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openSUSE servers with one click

April 20th, 2011 by

Everybody knows openSUSE offers a great desktop experience; but its also a perfect fit for servers!  Go download the Installation DVD (or use one of the manufactured DVDs) and we’ll see how easy YaST makes it to setup a variety of specialized servers.

During the course of a normal installation, the opportunity to add servers is slightly hidden. The last step before an actual installation is the Installation Overview.  At this point, you can see a list of selected software patterns.  Either click the “Software” header, or click “Software…” on the “Change…” menu.  At this point, you will be presented with a list of available software patterns, including the Server Functions patterns: simply check off any servers you would like to install and click “OK” to return to your normal installation!

Some explanation of the available Server Functions patterns is in order; continue on for more detail…

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First Bretzn Sprint: openSUSE App Store on the Horizon

January 27th, 2011 by

Participants in the Bretzn SprintNovell hosted the first Bretzn Sprint in the SUSE office in Nürnberg between 21th and the 23st of January. The objective of the sprint was to create an proof of concept application store for openSUSE.

This meeting is a direct follow up of the Cross-distribution meeting on application installer which took place in the 3 days leading up to the Bretzn sprint. During this meeting developers from Debian, Fedora, Mageia, openSUSE, and Ubuntu Linux distributions decided to work together on common APIs and code for application stores on Linux.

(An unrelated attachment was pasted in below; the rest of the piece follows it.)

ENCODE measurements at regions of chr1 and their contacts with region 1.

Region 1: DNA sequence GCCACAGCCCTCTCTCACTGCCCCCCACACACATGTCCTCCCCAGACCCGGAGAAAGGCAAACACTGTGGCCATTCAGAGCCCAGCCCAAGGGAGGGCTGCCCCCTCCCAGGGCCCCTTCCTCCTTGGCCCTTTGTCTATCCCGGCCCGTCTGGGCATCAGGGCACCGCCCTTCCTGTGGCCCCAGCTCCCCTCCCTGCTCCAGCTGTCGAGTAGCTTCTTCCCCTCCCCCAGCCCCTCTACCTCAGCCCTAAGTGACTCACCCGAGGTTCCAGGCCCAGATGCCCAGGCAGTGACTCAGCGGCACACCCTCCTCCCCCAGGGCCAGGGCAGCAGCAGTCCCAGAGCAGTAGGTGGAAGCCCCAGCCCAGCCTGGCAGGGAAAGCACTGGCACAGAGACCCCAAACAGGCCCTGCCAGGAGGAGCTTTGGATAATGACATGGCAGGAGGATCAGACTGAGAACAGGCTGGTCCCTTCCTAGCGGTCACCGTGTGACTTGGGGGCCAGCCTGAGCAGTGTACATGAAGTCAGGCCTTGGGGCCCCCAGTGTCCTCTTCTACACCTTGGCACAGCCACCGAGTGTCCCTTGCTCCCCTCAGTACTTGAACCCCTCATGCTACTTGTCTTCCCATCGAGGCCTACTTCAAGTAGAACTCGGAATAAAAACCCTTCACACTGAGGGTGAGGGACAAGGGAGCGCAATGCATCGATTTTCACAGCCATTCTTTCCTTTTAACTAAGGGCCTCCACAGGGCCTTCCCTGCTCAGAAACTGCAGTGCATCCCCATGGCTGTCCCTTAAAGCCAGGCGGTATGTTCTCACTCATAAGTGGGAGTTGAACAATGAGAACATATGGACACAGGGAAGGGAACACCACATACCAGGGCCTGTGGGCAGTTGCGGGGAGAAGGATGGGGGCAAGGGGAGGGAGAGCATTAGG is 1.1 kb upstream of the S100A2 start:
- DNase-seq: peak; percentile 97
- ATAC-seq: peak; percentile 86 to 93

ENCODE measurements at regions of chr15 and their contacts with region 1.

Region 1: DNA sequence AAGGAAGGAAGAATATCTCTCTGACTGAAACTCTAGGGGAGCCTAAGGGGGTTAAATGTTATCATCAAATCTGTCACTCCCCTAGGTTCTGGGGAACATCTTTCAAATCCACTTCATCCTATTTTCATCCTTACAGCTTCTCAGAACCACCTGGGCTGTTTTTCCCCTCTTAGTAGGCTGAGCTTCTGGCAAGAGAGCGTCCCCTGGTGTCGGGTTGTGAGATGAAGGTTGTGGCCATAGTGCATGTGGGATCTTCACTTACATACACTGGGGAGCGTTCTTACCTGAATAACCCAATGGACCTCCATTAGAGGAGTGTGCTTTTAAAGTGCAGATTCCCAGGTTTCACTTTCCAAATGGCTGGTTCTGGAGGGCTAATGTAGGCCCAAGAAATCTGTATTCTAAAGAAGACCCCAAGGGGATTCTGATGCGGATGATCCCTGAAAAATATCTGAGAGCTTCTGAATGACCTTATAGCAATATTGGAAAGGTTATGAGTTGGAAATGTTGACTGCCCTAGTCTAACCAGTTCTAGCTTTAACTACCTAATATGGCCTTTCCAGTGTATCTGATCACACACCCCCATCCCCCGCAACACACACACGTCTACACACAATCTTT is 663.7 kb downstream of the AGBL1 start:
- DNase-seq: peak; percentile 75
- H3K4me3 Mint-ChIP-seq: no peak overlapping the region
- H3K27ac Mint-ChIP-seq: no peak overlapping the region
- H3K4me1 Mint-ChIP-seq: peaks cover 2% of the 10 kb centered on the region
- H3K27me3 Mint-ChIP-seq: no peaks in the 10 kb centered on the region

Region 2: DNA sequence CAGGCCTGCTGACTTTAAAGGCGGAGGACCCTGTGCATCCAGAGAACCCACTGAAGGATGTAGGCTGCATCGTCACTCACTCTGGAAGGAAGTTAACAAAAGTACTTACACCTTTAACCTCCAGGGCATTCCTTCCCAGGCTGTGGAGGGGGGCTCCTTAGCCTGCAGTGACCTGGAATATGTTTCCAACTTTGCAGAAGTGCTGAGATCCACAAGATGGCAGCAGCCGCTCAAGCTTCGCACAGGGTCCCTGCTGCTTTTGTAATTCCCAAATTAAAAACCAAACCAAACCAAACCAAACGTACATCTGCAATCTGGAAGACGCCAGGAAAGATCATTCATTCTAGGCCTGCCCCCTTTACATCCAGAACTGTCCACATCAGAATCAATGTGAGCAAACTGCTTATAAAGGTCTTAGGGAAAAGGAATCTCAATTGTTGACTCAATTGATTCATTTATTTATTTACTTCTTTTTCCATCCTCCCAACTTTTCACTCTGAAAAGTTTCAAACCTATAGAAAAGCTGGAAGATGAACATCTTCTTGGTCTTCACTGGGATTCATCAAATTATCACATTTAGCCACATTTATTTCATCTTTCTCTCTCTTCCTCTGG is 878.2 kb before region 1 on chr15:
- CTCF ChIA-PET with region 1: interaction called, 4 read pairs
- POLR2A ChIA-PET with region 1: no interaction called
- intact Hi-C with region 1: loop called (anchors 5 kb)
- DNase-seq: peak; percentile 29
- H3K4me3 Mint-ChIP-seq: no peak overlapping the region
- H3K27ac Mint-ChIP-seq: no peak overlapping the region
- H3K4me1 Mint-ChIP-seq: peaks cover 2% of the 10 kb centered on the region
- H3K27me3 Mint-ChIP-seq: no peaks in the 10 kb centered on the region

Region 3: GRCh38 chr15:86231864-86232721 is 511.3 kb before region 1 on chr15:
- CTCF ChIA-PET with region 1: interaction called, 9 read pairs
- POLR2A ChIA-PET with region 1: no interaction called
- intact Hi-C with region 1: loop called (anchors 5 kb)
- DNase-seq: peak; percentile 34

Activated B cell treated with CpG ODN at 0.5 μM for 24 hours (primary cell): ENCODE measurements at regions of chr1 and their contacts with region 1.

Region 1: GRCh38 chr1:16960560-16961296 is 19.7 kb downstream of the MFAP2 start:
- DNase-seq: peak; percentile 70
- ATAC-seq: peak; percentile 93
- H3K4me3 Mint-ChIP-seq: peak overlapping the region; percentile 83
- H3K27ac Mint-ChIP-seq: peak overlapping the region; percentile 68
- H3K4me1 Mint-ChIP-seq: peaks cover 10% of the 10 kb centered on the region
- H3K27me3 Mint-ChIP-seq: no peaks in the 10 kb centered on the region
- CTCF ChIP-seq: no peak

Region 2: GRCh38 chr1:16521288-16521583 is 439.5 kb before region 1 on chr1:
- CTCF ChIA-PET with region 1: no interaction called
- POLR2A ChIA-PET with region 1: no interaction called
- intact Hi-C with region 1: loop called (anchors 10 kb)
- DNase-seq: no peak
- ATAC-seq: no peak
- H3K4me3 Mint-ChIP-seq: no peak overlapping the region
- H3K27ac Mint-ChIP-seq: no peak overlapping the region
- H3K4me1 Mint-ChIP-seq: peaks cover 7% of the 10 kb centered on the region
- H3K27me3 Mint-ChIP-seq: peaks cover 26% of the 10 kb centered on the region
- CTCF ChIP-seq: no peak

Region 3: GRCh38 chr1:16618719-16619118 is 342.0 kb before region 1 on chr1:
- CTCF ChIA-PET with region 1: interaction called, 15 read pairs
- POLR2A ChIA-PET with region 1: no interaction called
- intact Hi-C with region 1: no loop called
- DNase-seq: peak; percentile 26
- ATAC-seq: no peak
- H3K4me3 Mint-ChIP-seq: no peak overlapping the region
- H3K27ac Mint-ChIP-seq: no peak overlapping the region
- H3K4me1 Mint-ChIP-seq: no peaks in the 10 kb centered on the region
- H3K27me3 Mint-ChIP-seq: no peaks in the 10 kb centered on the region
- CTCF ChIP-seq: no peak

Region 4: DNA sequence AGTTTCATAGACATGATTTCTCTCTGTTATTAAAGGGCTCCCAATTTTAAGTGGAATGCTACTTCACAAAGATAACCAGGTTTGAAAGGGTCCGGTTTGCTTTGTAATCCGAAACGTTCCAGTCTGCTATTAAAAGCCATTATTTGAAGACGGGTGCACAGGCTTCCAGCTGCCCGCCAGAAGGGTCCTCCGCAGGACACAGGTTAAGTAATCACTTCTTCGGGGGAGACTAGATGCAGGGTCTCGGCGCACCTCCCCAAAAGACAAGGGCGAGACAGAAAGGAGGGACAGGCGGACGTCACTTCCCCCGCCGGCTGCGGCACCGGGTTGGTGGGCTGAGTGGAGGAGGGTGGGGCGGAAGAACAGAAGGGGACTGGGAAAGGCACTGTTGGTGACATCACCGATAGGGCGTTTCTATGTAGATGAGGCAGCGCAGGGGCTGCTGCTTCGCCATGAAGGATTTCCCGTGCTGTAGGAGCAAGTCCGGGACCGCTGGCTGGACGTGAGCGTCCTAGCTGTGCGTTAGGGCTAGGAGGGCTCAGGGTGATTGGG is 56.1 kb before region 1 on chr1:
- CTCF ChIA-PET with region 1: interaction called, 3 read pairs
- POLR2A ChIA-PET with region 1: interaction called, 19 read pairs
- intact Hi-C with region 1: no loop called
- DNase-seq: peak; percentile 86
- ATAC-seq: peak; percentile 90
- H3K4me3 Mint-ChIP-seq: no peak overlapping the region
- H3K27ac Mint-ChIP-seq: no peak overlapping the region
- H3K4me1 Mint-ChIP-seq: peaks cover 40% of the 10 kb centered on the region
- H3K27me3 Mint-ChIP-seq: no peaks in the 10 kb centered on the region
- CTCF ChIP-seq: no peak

The Bretzn Sprint was dedicated to the development of a proof of concept of this idea, using existing components like the MeeGo Garage client and libattica as starting points.

Attendees of this meeting where Will Stephenson, Dan Leinir Turthra Jensen, Frederik Gladhorn, Mateu Batle Sastre, Eugene Trounev, Vincent Untz, Pavol Rusnak and Frank Karlitschek. This team brought together a wide range of skills, as can be seen in the results of this highly productive sprint.

openSUSE App Store screenshotIn just two and a half days, they managed to create a working application store client for openSUSE and KDE. The server part was based on OCS (Open Collaboration Services), which already did everything needed for the server side and just needed some data inserted to be shown in the client. The client in turn was created by using the MeeGo Garage client, and adapting it to be a more KDE-like application, by using the various KDE widgets and other tools, removing the duplication of functionality which was covered by the KDE libraries.

Finally, a new application view was created, to replace the existing which was never as pleasing as the original authors wanted it to be. This was done by using Qt Quick, which has allowed for the rapid construction of a much more pleasant look. The new interface is the result of a brainstorming session involving all members of the sprint, based on the results from thecross-distribution meeting. While this work is still in progress, it already represents an improvement over the old interface.

Article contributed by Frank Karlitschek

Hackweek VI

January 19th, 2011 by

Hack Week LogoHackweek VI will take place January 24th – 28th, 2011.

Hackweek is one of Novell’s biggest ways of giving back to the openSUSE community – by providing developers the opportunity to spend their paid work week contributing to free and open source software instead of their assigned projects.  Hackweek V produced an amazing variety of projects, including froxlor (server management panel), a donor management app for Shelterbox, a GUI client for SUSE Studio, and hundreds more. Prior Hackweeks have spawned projects that are now desktop Linux mainstays, like Tasque and Giver.

Hackweek VI features the theme “Engineering Cloud” and allows developers to get their hands on related projects. In order to support that approach, we are providing access to a few select cloud providers and a setup where you can deploy cloud infrastructure software (e.g. Eucalyptus). Your favorite hack-project may or may not relate to that theme, it may well be experimental, as long as it is Linux- or SUSE-related.
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